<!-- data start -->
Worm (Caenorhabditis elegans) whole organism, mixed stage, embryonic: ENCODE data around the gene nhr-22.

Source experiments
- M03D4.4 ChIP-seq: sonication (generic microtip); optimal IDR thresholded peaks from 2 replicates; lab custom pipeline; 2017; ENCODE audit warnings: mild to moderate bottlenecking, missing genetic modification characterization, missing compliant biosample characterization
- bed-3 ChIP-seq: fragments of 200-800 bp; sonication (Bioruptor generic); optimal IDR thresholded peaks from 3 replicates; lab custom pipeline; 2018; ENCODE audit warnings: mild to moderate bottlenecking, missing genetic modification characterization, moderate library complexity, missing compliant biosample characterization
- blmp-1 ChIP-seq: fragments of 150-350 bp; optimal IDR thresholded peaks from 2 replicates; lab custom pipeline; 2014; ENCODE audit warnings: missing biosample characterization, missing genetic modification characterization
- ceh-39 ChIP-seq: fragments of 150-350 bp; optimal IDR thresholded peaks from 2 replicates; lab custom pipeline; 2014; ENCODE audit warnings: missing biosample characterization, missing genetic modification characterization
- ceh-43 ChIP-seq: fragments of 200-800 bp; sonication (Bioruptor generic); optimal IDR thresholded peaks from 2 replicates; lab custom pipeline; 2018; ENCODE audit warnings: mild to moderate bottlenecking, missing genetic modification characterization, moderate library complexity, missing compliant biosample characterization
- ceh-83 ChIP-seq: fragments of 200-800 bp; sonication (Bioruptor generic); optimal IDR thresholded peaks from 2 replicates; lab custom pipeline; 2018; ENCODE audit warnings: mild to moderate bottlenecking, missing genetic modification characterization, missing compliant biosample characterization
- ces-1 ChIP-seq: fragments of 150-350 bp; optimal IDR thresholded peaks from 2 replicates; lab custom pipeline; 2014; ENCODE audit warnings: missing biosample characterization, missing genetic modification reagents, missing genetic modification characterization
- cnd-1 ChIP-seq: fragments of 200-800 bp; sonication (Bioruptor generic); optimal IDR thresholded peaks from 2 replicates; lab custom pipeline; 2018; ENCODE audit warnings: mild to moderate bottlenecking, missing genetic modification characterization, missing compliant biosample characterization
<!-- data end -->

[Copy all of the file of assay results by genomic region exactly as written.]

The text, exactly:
Worm (Caenorhabditis elegans) whole organism, mixed stage, embryonic: ENCODE data around the gene nhr-22.

Source experiments
- M03D4.4 ChIP-seq: sonication (generic microtip); optimal IDR thresholded peaks from 2 replicates; lab custom pipeline; 2017; ENCODE audit warnings: mild to moderate bottlenecking, missing genetic modification characterization, missing compliant biosample characterization
- bed-3 ChIP-seq: fragments of 200-800 bp; sonication (Bioruptor generic); optimal IDR thresholded peaks from 3 replicates; lab custom pipeline; 2018; ENCODE audit warnings: mild to moderate bottlenecking, missing genetic modification characterization, moderate library complexity, missing compliant biosample characterization
- blmp-1 ChIP-seq: fragments of 150-350 bp; optimal IDR thresholded peaks from 2 replicates; lab custom pipeline; 2014; ENCODE audit warnings: missing biosample characterization, missing genetic modification characterization
- ceh-39 ChIP-seq: fragments of 150-350 bp; optimal IDR thresholded peaks from 2 replicates; lab custom pipeline; 2014; ENCODE audit warnings: missing biosample characterization, missing genetic modification characterization
- ceh-43 ChIP-seq: fragments of 200-800 bp; sonication (Bioruptor generic); optimal IDR thresholded peaks from 2 replicates; lab custom pipeline; 2018; ENCODE audit warnings: mild to moderate bottlenecking, missing genetic modification characterization, moderate library complexity, missing compliant biosample characterization
- ceh-83 ChIP-seq: fragments of 200-800 bp; sonication (Bioruptor generic); optimal IDR thresholded peaks from 2 replicates; lab custom pipeline; 2018; ENCODE audit warnings: mild to moderate bottlenecking, missing genetic modification characterization, missing compliant biosample characterization
- ces-1 ChIP-seq: fragments of 150-350 bp; optimal IDR thresholded peaks from 2 replicates; lab custom pipeline; 2014; ENCODE audit warnings: missing biosample characterization, missing genetic modification reagents, missing genetic modification characterization
- cnd-1 ChIP-seq: fragments of 200-800 bp; sonication (Bioruptor generic); optimal IDR thresholded peaks from 2 replicates; lab custom pipeline; 2018; ENCODE audit warnings: mild to moderate bottlenecking, missing genetic modification characterization, missing compliant biosample characterization